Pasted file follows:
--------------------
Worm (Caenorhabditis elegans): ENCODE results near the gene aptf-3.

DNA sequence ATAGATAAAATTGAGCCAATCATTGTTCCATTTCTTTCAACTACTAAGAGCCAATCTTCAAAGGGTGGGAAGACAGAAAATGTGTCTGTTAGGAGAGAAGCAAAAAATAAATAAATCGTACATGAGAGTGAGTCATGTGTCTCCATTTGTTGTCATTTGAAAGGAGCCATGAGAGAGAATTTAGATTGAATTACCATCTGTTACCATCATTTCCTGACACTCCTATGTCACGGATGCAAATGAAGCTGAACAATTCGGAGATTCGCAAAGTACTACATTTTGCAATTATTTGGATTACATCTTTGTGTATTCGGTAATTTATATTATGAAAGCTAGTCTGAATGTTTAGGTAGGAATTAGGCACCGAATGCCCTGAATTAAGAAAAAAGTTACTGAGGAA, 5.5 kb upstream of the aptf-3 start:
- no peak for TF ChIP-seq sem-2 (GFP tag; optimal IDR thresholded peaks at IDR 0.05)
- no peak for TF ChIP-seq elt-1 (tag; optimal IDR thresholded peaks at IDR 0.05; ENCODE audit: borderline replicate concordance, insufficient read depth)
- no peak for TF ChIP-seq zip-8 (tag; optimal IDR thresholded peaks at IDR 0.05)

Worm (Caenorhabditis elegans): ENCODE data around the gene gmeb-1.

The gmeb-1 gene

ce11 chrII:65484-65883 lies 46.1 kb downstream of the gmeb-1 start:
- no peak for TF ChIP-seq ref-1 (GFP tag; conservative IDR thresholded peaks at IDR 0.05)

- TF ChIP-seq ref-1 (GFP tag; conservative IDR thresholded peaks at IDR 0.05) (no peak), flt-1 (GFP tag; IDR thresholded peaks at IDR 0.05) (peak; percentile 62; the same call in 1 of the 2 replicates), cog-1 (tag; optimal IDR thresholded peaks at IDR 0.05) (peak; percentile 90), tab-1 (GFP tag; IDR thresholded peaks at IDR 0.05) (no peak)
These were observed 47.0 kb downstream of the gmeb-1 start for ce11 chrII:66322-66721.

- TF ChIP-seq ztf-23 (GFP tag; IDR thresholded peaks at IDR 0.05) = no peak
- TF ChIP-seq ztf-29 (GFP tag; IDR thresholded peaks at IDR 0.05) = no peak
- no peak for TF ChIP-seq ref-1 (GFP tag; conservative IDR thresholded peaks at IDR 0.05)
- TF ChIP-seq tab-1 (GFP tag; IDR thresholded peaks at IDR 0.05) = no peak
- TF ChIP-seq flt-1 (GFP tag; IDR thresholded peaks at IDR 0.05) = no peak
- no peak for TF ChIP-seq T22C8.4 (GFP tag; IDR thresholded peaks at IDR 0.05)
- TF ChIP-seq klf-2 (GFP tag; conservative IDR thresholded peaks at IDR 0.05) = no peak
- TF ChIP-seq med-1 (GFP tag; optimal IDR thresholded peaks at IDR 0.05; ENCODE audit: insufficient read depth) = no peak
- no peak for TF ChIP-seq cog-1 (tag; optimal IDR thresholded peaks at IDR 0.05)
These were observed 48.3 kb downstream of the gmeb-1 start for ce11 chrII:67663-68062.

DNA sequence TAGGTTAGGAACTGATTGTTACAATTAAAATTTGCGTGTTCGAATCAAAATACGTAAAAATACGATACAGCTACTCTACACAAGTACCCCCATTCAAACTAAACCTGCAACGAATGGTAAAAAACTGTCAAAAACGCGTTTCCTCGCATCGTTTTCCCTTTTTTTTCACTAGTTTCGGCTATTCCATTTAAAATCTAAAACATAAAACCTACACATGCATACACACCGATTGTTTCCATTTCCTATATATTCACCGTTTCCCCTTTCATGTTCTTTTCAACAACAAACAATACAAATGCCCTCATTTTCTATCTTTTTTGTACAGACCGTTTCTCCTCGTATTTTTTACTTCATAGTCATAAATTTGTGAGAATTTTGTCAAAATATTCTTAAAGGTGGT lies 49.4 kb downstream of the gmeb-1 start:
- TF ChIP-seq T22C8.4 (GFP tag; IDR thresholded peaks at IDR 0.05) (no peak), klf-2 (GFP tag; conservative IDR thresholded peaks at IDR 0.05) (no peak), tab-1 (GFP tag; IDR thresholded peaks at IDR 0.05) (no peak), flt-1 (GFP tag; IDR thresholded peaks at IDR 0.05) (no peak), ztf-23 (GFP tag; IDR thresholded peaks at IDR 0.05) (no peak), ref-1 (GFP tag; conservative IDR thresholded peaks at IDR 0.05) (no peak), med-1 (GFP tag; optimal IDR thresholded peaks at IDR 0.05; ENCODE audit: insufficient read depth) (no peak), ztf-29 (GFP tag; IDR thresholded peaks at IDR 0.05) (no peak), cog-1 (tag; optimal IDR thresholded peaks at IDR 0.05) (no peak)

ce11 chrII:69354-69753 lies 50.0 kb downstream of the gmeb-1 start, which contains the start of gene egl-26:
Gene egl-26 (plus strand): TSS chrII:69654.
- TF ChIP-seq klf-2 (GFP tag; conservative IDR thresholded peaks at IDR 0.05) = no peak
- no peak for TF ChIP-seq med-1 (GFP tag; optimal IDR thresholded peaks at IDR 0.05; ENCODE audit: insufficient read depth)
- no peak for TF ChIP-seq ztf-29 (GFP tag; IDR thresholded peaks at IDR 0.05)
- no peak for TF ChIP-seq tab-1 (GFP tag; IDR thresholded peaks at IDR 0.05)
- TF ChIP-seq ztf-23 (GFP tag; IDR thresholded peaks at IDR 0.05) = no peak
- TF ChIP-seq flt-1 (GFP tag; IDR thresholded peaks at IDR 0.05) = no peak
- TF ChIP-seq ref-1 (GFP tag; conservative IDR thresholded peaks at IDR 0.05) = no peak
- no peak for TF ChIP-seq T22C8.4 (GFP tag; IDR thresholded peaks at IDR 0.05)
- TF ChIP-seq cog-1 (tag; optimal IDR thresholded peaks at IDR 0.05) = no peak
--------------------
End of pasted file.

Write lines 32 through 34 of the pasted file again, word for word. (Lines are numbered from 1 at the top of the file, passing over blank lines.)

- TF ChIP-seq ref-1 (GFP tag; conservative IDR thresholded peaks at IDR 0.05) = no peak
- no peak for TF ChIP-seq T22C8.4 (GFP tag; IDR thresholded peaks at IDR 0.05)
- TF ChIP-seq cog-1 (tag; optimal IDR thresholded peaks at IDR 0.05) = no peak